Powerful questions are perennially important. When you keep returning to them to reflect on new meanings they reveal, you are rewarded with fresh insights that help you reimagine and reinvent what you do. Powerful questions help you reframe your thinking, and transform the value you create for the people you serve.
What Business are you in?
"What business are you in?" For successful leaders, reflecting on Peter Drucker's famous powerful question is a perennial exercise. As the environment shape-shifts and evolves, they know they must ask themselves in a fresh and new way what business they are in.
What about you? How do you answer this question today about what business you are in?
Most people start with their position, role or profession, or with what their company produces and how it helps customers. Although these are obvious aspects of your work, they are insufficient to revitalize your thinking about the business you are in.
For example, if you work at HP or EBay, your company is redefining its boundaries in ways that may cause your division to reposition its service and focus. If you work at an airline or an oil and gas company, the significant pressure on your ecosystem requires you to look at your company and service in new ways. If you work at Procter & Gamble or Microsoft, your company is going through a significant transformation that demands new ways of looking at problems and opportunities.
"What business are we in?" is a good place to start addressing your opportunities.
Here is how I propose you begin to address Drucker's question. As a professional, your first answer is that you are in the learning business. If you are not learning today, this week and this month, you risk staying behind. You fail your teams and your company when you do not impart the value you are capable of contributing.
Here is how Airbnb CEO Brian Chesky addressed this point in The New York Times interview with Adam Bryant: "The most important thing I've learned how to do is learn. I've had to embrace the fact that I'm constantly going to be in uncharted waters, and I'm constantly going to be doing something I've never done before. I had to learn to get comfortable in a role of ambiguity where I had to seek out advisers and learn quickly."
This is the CEO of a fast growing, disruptive company in the new sharing economy. His epiphany is that the most critical element of his work is to learn, and specifically how to learn faster.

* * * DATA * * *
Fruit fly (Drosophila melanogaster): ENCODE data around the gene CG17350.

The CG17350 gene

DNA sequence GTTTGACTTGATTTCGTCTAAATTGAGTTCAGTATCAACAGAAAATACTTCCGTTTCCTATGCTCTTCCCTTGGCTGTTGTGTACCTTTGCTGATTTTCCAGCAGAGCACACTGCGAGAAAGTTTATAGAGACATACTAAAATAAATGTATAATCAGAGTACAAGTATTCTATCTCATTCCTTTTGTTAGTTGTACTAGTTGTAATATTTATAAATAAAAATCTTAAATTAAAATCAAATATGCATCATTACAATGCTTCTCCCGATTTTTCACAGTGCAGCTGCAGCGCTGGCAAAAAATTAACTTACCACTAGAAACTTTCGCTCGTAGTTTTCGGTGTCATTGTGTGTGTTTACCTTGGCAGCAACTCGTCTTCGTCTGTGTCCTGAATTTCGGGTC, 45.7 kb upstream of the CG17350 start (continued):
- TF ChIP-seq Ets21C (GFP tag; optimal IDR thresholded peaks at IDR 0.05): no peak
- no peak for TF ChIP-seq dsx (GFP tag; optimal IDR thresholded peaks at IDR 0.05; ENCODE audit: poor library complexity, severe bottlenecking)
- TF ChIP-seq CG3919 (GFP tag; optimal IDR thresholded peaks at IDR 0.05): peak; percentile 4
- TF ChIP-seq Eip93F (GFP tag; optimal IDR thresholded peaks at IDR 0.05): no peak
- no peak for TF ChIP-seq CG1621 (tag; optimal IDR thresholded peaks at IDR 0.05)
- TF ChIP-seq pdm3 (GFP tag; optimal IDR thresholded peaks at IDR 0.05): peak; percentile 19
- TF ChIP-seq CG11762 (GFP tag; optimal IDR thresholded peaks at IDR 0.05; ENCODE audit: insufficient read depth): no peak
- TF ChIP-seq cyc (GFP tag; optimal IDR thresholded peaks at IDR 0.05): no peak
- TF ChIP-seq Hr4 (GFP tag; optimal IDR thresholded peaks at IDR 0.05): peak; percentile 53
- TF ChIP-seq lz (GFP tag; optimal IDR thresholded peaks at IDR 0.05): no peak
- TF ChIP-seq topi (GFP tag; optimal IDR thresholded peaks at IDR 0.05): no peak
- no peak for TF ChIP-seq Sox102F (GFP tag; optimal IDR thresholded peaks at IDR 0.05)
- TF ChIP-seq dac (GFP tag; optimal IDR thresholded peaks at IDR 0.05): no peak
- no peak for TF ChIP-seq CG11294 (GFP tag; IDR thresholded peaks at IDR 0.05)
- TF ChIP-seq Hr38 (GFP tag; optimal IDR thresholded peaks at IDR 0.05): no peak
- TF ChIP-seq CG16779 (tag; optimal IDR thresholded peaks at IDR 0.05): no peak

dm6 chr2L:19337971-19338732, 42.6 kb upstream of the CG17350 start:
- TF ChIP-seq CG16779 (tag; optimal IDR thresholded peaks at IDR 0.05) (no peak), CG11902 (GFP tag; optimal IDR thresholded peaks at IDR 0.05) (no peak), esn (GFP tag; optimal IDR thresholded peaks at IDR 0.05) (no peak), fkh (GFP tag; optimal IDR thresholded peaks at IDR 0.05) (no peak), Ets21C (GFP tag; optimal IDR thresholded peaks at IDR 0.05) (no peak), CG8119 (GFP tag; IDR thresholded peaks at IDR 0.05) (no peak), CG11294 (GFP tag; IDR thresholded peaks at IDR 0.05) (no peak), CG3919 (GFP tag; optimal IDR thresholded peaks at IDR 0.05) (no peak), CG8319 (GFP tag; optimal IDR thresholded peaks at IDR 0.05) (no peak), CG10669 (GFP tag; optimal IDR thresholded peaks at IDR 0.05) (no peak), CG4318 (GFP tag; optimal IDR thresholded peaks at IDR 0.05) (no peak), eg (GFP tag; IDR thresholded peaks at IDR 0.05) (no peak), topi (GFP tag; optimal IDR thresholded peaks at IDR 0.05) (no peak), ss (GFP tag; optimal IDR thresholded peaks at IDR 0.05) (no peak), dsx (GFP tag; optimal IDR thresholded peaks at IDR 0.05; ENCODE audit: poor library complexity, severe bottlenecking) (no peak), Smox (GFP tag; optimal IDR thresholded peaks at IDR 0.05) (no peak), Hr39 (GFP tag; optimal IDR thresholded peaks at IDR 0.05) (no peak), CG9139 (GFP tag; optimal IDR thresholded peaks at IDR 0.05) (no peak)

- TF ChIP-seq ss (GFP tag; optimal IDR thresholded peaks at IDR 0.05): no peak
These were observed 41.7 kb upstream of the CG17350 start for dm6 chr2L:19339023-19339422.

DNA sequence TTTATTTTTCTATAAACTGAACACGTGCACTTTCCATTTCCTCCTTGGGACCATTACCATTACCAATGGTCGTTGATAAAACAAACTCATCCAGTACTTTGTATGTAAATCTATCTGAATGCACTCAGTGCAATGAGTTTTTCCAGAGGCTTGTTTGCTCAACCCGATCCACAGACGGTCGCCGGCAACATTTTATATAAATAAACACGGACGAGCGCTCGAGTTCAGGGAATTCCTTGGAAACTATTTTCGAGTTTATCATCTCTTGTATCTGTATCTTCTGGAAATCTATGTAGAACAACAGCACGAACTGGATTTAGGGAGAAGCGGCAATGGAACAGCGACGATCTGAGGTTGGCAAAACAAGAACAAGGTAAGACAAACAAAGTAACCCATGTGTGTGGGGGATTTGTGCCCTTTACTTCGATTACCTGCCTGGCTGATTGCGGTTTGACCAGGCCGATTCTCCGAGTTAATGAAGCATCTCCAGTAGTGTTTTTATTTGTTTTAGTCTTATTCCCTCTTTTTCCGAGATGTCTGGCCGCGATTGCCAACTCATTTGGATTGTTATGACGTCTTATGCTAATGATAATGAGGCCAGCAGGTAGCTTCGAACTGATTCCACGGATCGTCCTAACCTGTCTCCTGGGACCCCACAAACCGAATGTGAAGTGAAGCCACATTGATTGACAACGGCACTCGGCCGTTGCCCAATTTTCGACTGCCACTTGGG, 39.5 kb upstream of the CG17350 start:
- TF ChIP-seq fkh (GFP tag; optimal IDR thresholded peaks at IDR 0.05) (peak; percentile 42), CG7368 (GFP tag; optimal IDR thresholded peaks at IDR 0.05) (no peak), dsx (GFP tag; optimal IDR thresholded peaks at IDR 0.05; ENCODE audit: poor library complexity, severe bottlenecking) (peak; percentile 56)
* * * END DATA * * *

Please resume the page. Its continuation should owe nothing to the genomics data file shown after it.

This insight represents a profound shift in mindset. Most people go to work thinking they are paid for what they know. But when smart people get together around the table and focus on what they know instead of what they can learn, they often end up being defensive and creating collective stupidity instead of breakthrough innovation.
When you are in uncharted waters and the environment continues to shift around you, your business is learning as much as possible as quickly as you can. What used to be called the "knowledge economy" has evolved into the "learning economy."
In our work with senior teams to accelerate their growth and innovation, we attend to this critical shift from a "knowing" to a "learning" culture. The innovation and growth yield on this shift from an organization of "knowers" anchored in "Here is what I know" to one of "learners" characterized by "Here is what I am discovering and learning" is exponential.
"I am in the learning business" must be your first answer to Drucker's powerful question. Your second answer, especially if you are in a leadership role, is that you are in the people business. Even if you do not have people reporting to you, a big part of your work is conveying ideas and influencing others. As a manager, the most important and long-lasting contribution you make is developing and nurturing the people who will lead the organization into the future. You grow your business fastest, and you evolve as a leader in the most meaningful ways, by developing your people.
I propose that answering the question of "What business you are in?" begins with "I am in the learning business," continues with "I am in the people business," and ends by identifying your role, the segment of the market in which you are playing, and the value you are creating.
To develop and grow, you must invest in your learning skills and people skills. You must create an environment that encourages learning and fosters growth and development in the people around you. That's ultimately how you create a thriving and innovative workplace where people love to work and are happy to bring forward their best ideas.
Now it's your turn. Turn the key. Ask your team members what business they are in. Ask them what they are learning this week, and more specifically, what they have learned today about the learning business and the people business. Remind them they are not paid for what they know but for what they learn. Demonstrate your own learning frequently, and tell them you hold yourself and them accountable for fostering and sustaining a learning culture.
© Aviv Shahar